Post by SolomonW
I was reading this article which is clearly well researched.
Although there would still be problems in adapting German trains to the
Russian winter, the Germans could ship a lot more supplies.
For example according to the article "The assault on Moscow in 1942 failed
primarily because the Germans were not able to extend their standard gauge
line east of Smolensk fast enough. While ample quantities of supplies were
available for the first two phases of the German attack against Moscow, the
German rail transportation system was not able to sustain the shipment of
needed military supplies for the third and final assault phase."
Any thoughts on this?
As I understand it, the problem the Germans faced logistically was not just standard vs broad gauge related, nor was it entirely related to
the need to winterise German locomotives to Russian winter standards ... there were other, less well known, but still significant factors
that would continue to exist ...
1) Shortage of Rolling Stock. Not Locomotives, but Goods Cars and, aiui, especially POL Tanker cars. The Germans had an ongoing shortage
throughout the war which constrained their actions, especially their use of motorised units which required POL. This may be partly
ameliorated by the possible capture of Russian standard gauge rolling stock ... however, historically, the Germans captured relatively
little AND, worse, the Russians had their own shortages of rolling stock due to piss poor industrial management of its production coupled
with even worse RR level management (local areas, even local factories and collectives, literally stole and hid what rolling stock there was
in order to ensure that, come peak demand time [harvest, say] they'd have what THEY needed on hand, and bugger everyone else the rest of the
time). Historically this was partly overcome by shipments of Lend Lease rolling stock but never fully resolved and, aiui, continued to be an
pngoing problem after the war ended.
Evidently the shortage of POL Tankers was an important constraint on the usage of German mechanised units (and their Truck-borne Army-level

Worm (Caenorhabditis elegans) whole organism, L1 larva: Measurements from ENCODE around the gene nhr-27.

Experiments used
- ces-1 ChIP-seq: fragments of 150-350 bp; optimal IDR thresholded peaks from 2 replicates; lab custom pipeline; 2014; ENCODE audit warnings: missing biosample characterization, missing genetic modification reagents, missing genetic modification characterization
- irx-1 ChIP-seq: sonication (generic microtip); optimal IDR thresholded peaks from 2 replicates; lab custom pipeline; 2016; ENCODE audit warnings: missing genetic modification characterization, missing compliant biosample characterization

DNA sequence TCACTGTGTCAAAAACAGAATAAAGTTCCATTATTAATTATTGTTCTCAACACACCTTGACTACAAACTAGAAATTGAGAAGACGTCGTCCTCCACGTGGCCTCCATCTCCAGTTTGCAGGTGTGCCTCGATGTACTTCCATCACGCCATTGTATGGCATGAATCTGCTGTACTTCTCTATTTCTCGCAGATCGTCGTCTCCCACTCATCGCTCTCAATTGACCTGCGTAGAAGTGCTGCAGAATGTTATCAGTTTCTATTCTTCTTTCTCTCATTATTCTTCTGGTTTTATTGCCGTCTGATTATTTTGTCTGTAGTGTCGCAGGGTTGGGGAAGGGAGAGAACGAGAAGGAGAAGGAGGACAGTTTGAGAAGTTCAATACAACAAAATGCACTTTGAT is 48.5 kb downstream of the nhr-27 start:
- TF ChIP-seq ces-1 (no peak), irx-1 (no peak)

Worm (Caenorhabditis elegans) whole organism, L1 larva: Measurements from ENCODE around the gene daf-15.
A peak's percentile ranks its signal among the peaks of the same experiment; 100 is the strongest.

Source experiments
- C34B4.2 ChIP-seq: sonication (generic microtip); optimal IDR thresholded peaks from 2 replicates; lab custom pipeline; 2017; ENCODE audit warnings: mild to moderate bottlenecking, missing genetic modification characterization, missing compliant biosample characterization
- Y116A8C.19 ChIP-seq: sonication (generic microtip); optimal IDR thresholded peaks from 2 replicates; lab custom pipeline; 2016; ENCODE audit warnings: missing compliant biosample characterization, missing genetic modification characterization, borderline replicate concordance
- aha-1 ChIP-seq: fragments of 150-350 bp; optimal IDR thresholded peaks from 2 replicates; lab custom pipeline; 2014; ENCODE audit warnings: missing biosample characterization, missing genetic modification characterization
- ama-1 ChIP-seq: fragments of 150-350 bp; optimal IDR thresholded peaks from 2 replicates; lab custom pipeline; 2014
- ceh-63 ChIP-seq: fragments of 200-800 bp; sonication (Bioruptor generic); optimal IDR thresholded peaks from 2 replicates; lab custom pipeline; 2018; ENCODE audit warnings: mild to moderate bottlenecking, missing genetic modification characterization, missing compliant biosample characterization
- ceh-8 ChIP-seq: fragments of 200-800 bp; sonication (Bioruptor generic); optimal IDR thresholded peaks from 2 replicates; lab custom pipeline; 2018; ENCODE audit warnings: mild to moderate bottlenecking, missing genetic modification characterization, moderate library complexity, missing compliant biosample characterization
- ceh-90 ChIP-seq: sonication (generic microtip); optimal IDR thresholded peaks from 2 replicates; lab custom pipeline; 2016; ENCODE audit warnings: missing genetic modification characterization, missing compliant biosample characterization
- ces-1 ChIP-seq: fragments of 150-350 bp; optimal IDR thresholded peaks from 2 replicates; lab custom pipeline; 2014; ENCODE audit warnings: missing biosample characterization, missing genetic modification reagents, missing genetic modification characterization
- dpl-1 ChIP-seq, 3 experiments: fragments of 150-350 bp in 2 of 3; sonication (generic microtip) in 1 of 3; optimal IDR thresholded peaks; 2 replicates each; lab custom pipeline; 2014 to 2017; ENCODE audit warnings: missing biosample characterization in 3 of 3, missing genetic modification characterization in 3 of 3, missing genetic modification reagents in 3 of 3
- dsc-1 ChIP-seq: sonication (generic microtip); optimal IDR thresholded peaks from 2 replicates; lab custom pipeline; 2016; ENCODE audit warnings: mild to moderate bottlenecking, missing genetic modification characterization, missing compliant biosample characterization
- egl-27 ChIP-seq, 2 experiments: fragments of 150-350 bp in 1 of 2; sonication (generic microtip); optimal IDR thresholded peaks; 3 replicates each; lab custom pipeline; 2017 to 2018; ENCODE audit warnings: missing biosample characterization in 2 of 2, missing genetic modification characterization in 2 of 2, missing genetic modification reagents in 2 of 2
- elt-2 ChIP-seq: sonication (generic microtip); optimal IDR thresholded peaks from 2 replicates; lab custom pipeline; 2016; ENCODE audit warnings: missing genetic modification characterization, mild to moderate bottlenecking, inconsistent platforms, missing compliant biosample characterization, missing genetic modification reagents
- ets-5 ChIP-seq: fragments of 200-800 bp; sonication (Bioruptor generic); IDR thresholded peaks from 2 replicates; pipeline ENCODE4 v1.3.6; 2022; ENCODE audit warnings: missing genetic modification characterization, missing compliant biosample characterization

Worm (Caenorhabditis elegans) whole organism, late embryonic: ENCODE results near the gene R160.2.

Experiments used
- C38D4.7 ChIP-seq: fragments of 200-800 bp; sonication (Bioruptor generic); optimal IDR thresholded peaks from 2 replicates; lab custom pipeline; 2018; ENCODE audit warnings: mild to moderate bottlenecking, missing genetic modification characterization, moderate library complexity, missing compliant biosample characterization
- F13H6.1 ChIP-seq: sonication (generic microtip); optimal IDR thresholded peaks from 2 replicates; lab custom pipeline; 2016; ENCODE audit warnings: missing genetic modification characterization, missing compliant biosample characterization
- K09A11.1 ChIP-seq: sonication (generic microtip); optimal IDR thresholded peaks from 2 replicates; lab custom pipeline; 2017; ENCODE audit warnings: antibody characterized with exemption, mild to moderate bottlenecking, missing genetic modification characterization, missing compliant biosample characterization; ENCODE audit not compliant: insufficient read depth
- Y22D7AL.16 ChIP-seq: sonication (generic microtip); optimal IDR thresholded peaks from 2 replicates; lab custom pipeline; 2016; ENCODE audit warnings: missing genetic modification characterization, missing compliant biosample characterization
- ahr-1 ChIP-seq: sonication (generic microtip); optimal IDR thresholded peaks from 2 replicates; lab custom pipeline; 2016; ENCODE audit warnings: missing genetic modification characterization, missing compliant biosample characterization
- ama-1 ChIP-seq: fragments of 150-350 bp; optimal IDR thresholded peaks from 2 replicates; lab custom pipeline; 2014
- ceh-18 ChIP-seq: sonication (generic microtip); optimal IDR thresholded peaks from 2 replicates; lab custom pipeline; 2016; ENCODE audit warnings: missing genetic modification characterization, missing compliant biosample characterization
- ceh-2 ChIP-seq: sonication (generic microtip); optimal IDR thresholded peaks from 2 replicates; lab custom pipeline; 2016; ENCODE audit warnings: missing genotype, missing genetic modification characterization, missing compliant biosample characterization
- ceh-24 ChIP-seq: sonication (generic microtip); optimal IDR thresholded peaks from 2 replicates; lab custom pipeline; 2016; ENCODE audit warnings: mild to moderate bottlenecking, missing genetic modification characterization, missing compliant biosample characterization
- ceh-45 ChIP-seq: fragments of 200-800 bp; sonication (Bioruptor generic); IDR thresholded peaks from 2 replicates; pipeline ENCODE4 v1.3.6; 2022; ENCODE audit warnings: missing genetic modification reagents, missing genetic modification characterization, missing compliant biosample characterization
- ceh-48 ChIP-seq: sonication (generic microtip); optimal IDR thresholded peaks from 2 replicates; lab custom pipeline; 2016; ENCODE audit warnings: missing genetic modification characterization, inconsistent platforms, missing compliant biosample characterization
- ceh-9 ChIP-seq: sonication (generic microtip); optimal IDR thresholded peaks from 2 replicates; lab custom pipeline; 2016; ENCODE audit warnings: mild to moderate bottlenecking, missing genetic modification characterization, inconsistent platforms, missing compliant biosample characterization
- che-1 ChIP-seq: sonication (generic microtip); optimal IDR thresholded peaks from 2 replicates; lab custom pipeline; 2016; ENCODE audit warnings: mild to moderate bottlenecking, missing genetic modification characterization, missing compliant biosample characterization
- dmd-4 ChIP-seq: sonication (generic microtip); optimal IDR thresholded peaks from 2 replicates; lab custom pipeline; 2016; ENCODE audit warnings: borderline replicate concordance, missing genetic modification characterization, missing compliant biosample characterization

supply elements) in Russia over and above the guage problem ... the latter merely making it worse.
2) Mechanised Transport. In order to supply the deep penetrating Mechanised units the Germans had to cobble together massive numbers of
trucks ... far more than they had, in fact. To do it they used massive numbers of French, Dutch, Belgian, Czech and other captured vehicles
which was a logistical nightmare. Parts were not interchangeable and, indeed, due to generally low levels of production of the captured
models, were in short supply ... and, frankly, many of the captured vehicles were basically worn out crap. Operating over the long distances
in Russia and over dirt roads (if they were lucky) meant that there were increasing deficits as they wore out, broke down and generally
couldn't be repaired ... again, this was enough to have significat operational impacts on Mechanised force utilisation. And, like the
shortage of rolling stock mentioned above, was something the Germans never managed to resolve.
Even for German-made vehicles there was, as there was with tanks and other armoured vehicles, an emphasis on producing new vehicles by
minimising the production of spare parts ... so even German made trucks were a maintenance problem, just less so than the disastrous state
of the impressed foreign models.
3) Piss Poor Planning. The war was going to be won in a few months. So there was no need, and, indeed, no planning for it to last longer -
which meant that there was no planning for a long campaign. No planning for a winter campaign ... I am not sure how much of a factor this
would remain. It depends on whether the Germans would be able to take Moscow before winter sets in or not ... and I am not sure whether the
difference in guages would be enough to allow this. If it does, then it doesn't necessarily help all THAT much ... Napoleon took Moscow and
look how well THAT turned out for him ... piss poor German planning would almost certainly mean they wouldn' be able to do much more than
JUST take Moscow ... it is extremely unlikely they would be able to do much more.
Would Russian morale have collapsed? Well, it certainly didn't when Napoleon did the same thing ... and, if, as he promised, Stalin stayed
and fought to the end IN Moscow a more rational and effective Russian leadership might very possibly appear, and avoid all the idiocies
Stalin inflicted on his own country's military-industrial effort in 1942-44. Since Hitler would, if anything, even more convinced of his own
genius and the pusilanimous incompetence of the old-school generals he is, perhaps, likely to be even more disastrous a meddler in the
German efforts thereafter, which bodes ill for German efforts in 1942.
The Germans will do better, but I am not sure it would be *enough* better to defeat Russia ... as one German vet evidently said, 'It vas too
damn big, it vas too damn cold ...'
Author, Space Opera (FGU); RBB #1 (FASA); Road to Armageddon;
Farm, Forge and Steam; Orbis Mundi; Displaced (PGD)